Examples of effectiveness elements include such things as “demonstrated corporate commitment”, “planning processes”, “awareness and training”, “energy operating budgets”, “operating procedures”, “maintenance procedures”, processes for auditing progress and the like.
As a result of the diagnosis, recommendations regarding actions to be taken for improving energy management effectiveness are generated automatically for each of the critical elements. Based upon the recommendations for improving energy management effectiveness, in accordance with one embodiment, the method of this invention further comprises generating an estimate of potehtial energy savings 10 upon achievement of all of the effectiveness elements. In accordance with another embodiment, the method of this invention further comprises generating an estimate of potential greenhouse gas emissions reductions 12 which may be achieved upon implementation of each of the effetiveness elements.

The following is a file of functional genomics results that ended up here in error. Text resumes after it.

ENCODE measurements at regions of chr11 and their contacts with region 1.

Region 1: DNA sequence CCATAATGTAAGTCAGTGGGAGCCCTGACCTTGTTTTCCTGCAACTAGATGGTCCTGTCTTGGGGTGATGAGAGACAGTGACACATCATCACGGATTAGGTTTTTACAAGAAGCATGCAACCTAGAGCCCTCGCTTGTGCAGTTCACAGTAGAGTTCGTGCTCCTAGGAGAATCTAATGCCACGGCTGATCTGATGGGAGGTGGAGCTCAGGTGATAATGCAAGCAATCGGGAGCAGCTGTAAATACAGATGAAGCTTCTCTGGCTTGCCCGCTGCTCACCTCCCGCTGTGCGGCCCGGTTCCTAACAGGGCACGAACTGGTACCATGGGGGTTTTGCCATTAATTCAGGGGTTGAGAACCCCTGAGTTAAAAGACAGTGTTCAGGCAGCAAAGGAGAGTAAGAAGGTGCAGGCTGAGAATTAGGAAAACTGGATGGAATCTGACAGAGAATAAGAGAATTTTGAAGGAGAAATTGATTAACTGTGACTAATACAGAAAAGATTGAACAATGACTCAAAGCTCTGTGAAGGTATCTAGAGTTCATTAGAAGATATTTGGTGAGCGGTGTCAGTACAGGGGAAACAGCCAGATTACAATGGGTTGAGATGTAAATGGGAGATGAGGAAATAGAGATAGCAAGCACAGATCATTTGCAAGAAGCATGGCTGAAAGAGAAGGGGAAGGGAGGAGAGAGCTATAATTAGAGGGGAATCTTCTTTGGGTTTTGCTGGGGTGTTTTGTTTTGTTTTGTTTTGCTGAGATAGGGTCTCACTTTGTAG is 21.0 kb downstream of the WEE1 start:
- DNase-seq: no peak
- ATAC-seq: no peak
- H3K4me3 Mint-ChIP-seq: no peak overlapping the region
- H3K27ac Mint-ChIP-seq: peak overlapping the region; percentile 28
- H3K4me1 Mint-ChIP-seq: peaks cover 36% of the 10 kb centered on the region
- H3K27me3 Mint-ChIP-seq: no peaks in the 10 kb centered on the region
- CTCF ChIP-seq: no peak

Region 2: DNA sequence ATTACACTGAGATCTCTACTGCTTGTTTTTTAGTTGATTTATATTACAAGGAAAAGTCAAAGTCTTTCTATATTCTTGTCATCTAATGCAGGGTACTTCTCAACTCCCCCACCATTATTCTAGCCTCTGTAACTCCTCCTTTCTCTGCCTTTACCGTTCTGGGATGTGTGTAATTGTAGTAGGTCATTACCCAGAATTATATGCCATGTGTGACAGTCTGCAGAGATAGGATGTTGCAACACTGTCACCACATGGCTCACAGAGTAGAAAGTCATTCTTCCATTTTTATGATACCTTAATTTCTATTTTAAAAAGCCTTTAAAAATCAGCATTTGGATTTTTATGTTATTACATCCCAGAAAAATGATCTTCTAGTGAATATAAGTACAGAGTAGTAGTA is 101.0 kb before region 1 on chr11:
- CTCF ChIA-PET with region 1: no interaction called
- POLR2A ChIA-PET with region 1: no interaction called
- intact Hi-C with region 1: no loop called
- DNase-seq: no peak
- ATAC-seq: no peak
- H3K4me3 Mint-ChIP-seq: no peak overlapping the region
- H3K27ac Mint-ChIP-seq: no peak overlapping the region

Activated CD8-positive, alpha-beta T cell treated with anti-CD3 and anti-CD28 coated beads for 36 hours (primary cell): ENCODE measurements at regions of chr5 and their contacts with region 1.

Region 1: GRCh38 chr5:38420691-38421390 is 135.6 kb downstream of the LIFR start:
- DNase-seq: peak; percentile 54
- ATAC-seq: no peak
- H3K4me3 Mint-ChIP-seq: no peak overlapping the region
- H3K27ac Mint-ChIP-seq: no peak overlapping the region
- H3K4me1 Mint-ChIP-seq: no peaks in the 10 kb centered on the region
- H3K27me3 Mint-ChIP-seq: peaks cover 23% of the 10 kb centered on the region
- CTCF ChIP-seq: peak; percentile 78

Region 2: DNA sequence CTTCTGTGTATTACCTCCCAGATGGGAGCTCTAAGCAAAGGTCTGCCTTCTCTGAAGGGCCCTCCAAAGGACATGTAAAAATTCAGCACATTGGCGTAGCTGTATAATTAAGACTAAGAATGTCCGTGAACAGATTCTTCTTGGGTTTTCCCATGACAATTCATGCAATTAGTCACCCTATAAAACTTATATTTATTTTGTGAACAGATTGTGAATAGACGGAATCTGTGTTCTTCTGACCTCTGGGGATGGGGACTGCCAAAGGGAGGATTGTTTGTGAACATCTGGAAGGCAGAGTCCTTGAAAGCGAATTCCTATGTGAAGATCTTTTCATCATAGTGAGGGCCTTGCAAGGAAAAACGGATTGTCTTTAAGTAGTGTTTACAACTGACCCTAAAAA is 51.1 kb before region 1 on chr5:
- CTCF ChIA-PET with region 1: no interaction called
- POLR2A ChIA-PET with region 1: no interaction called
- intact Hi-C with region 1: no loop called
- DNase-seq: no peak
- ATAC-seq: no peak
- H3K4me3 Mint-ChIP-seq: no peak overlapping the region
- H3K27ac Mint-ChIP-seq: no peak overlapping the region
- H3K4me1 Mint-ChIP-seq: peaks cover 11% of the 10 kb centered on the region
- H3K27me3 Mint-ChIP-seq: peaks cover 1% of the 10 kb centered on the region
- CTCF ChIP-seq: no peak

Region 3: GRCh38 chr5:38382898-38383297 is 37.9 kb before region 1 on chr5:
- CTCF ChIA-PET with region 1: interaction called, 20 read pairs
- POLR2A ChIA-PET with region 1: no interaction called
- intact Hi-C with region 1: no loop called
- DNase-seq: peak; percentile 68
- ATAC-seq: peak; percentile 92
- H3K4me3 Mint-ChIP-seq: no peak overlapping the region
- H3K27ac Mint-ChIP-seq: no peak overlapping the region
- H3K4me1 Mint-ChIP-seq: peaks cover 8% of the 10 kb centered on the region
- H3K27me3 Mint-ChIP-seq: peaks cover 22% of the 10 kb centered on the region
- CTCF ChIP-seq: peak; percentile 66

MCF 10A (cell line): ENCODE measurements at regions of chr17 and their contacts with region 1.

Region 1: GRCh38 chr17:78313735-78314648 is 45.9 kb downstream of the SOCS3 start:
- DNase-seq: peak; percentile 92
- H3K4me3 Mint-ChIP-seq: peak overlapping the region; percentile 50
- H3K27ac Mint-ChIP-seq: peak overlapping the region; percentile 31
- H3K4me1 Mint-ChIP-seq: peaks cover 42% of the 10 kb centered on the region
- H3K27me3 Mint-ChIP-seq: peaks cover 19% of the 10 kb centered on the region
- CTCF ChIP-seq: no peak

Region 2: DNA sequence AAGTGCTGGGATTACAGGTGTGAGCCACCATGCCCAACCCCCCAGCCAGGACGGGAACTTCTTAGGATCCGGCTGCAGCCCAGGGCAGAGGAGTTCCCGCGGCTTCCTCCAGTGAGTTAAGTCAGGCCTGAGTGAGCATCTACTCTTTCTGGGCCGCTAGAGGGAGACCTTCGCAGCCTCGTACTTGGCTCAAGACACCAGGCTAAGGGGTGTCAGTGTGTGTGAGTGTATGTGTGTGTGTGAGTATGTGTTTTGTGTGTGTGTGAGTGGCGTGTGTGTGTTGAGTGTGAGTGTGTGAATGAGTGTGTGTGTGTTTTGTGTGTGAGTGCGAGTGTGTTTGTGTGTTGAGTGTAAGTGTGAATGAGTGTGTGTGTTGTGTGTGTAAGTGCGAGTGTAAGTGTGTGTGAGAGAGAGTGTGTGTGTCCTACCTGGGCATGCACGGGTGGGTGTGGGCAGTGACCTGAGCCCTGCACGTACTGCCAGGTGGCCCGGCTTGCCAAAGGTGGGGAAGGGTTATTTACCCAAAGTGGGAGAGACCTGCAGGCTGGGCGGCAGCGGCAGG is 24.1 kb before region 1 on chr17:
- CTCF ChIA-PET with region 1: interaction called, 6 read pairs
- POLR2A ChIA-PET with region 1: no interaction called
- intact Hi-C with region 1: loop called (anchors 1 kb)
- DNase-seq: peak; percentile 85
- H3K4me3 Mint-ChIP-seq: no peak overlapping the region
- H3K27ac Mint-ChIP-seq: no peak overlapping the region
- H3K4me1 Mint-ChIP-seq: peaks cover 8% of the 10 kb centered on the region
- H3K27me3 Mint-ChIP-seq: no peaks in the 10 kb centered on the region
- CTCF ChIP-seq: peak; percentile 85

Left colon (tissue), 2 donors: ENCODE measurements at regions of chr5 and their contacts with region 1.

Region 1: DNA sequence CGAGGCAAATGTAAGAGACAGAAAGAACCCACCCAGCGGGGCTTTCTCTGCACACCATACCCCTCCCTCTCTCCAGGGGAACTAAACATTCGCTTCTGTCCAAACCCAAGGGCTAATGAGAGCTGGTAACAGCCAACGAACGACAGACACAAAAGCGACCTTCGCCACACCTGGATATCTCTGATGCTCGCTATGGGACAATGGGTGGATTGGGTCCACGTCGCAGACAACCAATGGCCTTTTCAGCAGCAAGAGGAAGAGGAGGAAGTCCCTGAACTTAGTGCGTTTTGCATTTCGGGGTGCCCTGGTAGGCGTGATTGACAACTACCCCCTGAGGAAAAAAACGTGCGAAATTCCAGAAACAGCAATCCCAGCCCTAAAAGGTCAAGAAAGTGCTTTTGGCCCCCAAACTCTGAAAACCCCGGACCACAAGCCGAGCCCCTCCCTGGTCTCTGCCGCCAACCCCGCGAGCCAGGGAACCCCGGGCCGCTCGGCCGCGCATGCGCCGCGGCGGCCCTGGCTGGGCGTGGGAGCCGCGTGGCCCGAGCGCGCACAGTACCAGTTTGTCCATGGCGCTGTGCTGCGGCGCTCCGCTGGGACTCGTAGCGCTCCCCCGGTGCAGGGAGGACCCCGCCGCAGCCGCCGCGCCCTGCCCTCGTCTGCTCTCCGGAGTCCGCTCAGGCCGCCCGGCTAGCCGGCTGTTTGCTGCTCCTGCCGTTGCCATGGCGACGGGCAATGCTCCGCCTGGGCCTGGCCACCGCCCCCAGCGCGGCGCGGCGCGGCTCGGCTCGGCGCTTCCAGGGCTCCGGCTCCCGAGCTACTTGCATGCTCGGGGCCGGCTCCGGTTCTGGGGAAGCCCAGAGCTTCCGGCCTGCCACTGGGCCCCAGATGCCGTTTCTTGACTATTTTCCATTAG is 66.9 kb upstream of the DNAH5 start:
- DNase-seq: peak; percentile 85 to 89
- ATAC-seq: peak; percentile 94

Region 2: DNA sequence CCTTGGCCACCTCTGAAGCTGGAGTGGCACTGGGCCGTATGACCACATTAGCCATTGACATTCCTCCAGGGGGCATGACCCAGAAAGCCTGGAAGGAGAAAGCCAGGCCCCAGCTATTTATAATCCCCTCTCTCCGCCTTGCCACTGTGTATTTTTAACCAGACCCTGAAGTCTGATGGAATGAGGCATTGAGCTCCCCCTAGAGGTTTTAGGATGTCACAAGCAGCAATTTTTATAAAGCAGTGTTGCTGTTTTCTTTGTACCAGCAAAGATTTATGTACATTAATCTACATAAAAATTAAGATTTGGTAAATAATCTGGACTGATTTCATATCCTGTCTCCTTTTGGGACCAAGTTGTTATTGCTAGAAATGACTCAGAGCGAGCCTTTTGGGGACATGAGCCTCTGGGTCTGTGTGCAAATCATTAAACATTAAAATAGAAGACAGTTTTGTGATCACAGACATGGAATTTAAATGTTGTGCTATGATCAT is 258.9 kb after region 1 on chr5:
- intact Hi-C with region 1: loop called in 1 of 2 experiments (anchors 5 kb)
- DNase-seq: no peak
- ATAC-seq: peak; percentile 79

While in the foregoing specification this invention has been described in relation to certain preferred embodiments thereof, and many details have been set forth for purpose of illustration, it will be apparent to those skilled in the art that the invention is susceptible to additional embodiments and that certain of the details described herein can be varied considerably without departing from the basic principles of the invention.
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|U.S. Classification||705/7.39, 705/412, 702/188, 702/62, 700/291, 705/7.38|
|International Classification||G06Q50/06, G06Q10/10, G06Q10/06, G01R21/133|
|Cooperative Classification||G01R21/133, G06Q10/06393, G06Q10/10, G06Q50/06, G06Q10/0639|
|European Classification||G06Q10/10, G06Q50/06, G06Q10/06393, G06Q10/0639, G01R21/133|
|Jan 2, 2004||AS||Assignment|
Owner name: ENVINTA/ENERGETICS GROUP, AUSTRALIA
Free format text: ASSIGNMENT OF ASSIGNORS INTEREST;ASSIGNOR:JUTSEN, JONATHAN;REEL/FRAME:014848/0921
Effective date: 20031217
|Feb 28, 2006||CC||Certificate of correction|
|Aug 31, 2007||FPAY||Fee payment|
Year of fee payment: 4
|Sep 16, 2009||AS||Assignment|
Owner name: ENERGETICS PTY LTD, AUSTRALIA
Free format text: ASSIGNMENT OF ASSIGNORS INTEREST;ASSIGNOR:ENVINTA/ENERGETICS GROUP;REEL/FRAME:023234/0905
Effective date: 20090915
|Aug 29, 2011||FPAY||Fee payment|
Year of fee payment: 8
|Sep 2, 2015||FPAY||Fee payment|
Year of fee payment: 12